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Gilbert Perreault - Underrated?

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02-22-2012, 08:40 PM
  #51
BenchBrawl
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Yes , but there isn't a center like Perreault currently playing in the league , no wonder the league's superstars are boring in this era.

Malkin is the closest thing to Perreault as far as being fun to watch and puck control , but Perreault was better.Maybe the minor hockey system is destroying some of this , but there's no way a great puck controller won't come around sooner than later.Please take note that there is a difference between having some stickhandling skills and being a pure puck/play controller with all the skills and moves and playing like this consistantly.Lemieux was of course the best at this.Perreault is a poor-man Lemieux.

Guys like Perreault and Lemieux could create new moves as the situations required them in order to get pass a defenseman , which is a rare skill.Perreault had a good shot and was a good passer , a good skater plus he wasn't small at all , making all this combination very dangerous and the worst to face since the guessing game is complicated.


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02-23-2012, 02:50 PM
  #52
Big Phil
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Quote:
Originally Posted by BenchBrawl View Post
Yes , but there isn't a center like Perreault currently playing in the league , no wonder the league's superstars are boring in this era.

Malkin is the closest thing to Perreault as far as being fun to watch and puck control , but Perreault was better.Maybe the minor hockey system is destroying some of this , but there's no way a great puck controller won't come around sooner than later.Please take note that there is a difference between having some stickhandling skills and being a pure puck/play controller with all the skills and moves and playing like this consistantly.Lemieux was of course the best at this.Perreault is a poor-man Lemieux.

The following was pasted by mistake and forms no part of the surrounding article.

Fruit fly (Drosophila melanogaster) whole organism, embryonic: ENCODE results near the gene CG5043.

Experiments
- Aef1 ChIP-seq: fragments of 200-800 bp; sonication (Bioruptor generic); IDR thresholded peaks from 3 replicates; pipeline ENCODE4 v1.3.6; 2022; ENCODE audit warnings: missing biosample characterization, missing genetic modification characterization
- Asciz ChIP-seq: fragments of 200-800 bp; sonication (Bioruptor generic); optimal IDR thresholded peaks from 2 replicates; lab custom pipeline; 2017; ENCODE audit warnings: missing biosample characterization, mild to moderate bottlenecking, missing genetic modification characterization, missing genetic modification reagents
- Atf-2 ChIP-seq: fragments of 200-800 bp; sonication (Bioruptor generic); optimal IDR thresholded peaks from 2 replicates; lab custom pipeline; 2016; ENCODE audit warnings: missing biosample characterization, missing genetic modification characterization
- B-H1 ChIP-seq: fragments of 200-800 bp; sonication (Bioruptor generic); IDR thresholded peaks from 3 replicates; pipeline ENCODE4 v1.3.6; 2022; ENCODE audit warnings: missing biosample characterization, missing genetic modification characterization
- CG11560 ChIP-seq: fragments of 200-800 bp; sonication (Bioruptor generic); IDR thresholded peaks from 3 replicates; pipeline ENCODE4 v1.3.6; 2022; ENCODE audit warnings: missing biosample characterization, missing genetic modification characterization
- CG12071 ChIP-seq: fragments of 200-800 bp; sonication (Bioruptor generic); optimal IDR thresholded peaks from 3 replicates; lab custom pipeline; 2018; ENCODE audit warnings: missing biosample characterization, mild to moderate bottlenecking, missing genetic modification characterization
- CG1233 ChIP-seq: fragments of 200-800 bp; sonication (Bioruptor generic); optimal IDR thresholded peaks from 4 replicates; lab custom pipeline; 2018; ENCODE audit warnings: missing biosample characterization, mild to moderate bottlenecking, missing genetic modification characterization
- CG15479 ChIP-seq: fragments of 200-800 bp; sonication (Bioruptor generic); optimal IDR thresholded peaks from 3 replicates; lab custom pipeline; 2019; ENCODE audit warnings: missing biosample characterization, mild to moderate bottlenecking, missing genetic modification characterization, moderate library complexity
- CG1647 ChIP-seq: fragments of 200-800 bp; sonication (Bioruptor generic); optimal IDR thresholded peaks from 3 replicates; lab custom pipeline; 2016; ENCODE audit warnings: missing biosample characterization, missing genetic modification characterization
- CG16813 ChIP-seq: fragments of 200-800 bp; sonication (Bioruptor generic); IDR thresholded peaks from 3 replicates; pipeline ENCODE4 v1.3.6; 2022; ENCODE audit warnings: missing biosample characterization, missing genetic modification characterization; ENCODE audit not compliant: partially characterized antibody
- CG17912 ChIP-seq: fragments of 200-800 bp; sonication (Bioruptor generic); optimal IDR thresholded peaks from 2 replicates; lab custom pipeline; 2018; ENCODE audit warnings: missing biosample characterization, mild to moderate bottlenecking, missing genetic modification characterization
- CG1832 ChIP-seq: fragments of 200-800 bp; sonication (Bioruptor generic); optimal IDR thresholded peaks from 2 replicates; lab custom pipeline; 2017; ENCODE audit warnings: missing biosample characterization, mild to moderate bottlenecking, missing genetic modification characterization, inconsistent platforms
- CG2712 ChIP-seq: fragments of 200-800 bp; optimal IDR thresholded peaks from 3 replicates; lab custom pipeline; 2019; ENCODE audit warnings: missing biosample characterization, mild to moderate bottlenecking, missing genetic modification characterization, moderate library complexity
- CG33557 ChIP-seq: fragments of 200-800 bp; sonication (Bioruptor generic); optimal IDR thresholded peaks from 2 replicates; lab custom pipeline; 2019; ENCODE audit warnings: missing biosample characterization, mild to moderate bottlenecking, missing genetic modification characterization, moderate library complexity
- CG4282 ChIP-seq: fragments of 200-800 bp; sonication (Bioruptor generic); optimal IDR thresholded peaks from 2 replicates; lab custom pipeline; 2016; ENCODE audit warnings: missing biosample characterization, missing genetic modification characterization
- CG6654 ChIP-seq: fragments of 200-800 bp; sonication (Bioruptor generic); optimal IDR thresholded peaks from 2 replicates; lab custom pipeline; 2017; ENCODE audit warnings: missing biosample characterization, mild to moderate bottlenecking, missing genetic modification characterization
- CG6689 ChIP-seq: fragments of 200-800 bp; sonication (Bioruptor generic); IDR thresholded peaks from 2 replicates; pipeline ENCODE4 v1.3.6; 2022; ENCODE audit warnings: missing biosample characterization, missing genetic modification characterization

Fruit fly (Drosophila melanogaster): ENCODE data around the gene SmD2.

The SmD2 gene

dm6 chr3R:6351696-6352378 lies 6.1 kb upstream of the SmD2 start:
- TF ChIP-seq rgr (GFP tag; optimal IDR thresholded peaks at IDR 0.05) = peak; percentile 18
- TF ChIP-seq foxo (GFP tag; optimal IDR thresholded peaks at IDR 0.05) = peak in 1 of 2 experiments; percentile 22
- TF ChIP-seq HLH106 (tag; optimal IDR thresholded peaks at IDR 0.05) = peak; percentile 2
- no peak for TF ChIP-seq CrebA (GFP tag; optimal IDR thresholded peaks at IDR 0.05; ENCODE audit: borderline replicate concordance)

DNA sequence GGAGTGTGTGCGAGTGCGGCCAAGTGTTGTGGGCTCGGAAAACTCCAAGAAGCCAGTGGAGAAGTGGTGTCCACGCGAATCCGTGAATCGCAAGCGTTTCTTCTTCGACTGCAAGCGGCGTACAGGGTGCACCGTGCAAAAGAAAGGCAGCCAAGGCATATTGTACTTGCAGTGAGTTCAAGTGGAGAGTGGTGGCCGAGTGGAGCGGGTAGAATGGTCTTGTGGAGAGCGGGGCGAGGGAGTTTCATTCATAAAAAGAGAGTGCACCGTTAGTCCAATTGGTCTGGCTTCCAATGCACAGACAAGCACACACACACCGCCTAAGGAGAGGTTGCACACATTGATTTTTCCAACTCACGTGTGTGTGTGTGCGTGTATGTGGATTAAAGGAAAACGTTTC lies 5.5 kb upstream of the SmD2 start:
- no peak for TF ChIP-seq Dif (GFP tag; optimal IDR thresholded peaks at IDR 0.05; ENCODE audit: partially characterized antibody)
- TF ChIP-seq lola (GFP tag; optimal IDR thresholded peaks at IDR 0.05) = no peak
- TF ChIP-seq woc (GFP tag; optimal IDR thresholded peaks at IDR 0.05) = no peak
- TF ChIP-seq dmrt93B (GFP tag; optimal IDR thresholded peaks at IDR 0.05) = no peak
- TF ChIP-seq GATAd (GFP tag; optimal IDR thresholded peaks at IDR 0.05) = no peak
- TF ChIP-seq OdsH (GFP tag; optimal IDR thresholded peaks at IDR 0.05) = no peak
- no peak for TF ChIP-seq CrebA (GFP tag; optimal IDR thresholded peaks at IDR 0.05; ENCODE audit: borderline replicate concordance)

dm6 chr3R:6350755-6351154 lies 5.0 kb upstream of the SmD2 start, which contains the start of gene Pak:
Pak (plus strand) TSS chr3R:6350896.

Guys like Perreault and Lemieux could create new moves as the situations required them in order to get pass a defenseman , which is a rare skill.Perreault had a good shot and was a good passer , a good skater plus he wasn't small at all , making all this combination very dangerous and the worst to face since the guessing game is complicated.
I tend to agree on this one. For the record, I think Malkin will end up with the better career over Perreault, but I can see the comparisons. Heck, when you watch Malkin when he's in "beast mode" he draws similarities to Lemieux in terms of style. Nobody is Lemieux game in and game out of course, but he shows glimpses. So yeah I can see it with Perreault too. The only thing is Malkin is bigger while Perreault was faster. Both can hang onto the puck with ease though and it's a sight to watch.

I'm going to throw out the name Datsyuk. No, Perreault doesn't have the defensive prowess that Datsyuk has. Perreault was a better skater though. Both players have the ability to toy with the opposition. The reason I compare the two of them is that Datsyuk is one player in the NHL who I believe his stats don't always do him any justice. You notice Datsyuk out there, he controls the game when he's on the ice. He's never cracked 100 points but 97 twice. You almost feel as if he could have been a 120 point man. Its the same for Perreault, when you watched them during the game you were in awe and they were the central focus while on the ice. It is a shame it didn't show up more in the stat sheet for them, but I don't think it's a knock so much

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02-23-2012, 03:18 PM
  #53